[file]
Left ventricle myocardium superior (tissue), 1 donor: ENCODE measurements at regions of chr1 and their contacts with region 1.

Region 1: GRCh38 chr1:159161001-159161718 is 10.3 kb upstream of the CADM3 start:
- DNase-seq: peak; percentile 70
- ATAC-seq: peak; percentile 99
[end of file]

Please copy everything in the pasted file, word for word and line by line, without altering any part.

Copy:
Left ventricle myocardium superior (tissue), 1 donor: ENCODE measurements at regions of chr1 and their contacts with region 1.

Region 1: GRCh38 chr1:159161001-159161718 is 10.3 kb upstream of the CADM3 start:
- DNase-seq: peak; percentile 70
- ATAC-seq: peak; percentile 99